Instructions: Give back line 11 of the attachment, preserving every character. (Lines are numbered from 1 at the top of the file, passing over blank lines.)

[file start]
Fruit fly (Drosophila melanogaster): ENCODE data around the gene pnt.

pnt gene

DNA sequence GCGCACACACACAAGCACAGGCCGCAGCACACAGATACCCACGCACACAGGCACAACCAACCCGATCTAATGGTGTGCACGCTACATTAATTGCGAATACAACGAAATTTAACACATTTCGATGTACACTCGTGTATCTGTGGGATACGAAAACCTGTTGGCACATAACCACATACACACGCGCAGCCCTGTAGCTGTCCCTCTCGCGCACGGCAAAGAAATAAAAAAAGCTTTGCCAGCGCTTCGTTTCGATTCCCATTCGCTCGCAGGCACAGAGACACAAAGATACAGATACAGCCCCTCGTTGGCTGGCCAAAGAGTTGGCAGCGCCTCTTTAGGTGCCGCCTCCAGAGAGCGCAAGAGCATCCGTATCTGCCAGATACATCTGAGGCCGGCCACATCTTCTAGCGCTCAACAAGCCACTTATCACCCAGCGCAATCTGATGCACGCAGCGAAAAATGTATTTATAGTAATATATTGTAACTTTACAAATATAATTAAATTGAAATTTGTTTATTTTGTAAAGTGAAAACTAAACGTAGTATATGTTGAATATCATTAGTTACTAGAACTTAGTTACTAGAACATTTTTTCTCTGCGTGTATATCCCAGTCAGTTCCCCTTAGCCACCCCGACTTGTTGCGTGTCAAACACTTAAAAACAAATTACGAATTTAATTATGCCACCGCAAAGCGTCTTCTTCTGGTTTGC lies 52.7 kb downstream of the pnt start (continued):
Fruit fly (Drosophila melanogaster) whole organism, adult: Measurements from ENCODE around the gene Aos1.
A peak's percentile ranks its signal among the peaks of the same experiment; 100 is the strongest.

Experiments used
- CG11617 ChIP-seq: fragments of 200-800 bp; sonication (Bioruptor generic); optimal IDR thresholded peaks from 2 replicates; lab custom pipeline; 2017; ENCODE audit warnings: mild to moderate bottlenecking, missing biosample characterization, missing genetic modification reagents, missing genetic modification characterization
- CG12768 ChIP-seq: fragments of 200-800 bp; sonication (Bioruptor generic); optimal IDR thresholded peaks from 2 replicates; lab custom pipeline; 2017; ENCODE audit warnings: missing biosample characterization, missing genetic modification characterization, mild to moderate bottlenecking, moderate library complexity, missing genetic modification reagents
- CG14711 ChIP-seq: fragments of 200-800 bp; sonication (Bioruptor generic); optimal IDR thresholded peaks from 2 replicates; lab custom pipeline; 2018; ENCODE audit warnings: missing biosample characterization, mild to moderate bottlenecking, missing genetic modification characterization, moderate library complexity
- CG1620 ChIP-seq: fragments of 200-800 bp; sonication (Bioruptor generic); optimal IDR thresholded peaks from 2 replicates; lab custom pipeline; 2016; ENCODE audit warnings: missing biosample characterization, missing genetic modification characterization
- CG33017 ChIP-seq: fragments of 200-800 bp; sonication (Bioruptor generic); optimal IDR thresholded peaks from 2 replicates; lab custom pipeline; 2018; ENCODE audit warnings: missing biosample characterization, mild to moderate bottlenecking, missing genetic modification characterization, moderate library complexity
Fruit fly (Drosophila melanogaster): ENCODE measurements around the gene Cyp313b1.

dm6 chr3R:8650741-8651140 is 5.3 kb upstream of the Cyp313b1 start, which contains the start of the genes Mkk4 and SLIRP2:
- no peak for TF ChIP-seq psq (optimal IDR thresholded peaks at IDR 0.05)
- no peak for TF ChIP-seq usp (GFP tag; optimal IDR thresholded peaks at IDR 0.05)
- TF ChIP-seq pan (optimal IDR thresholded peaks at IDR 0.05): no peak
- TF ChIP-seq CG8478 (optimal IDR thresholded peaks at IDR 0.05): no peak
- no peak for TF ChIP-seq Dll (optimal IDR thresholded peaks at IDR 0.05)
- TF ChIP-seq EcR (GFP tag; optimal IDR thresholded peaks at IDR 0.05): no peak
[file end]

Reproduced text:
- CG33017 ChIP-seq: fragments of 200-800 bp; sonication (Bioruptor generic); optimal IDR thresholded peaks from 2 replicates; lab custom pipeline; 2018; ENCODE audit warnings: missing biosample characterization, mild to moderate bottlenecking, missing genetic modification characterization, moderate library complexity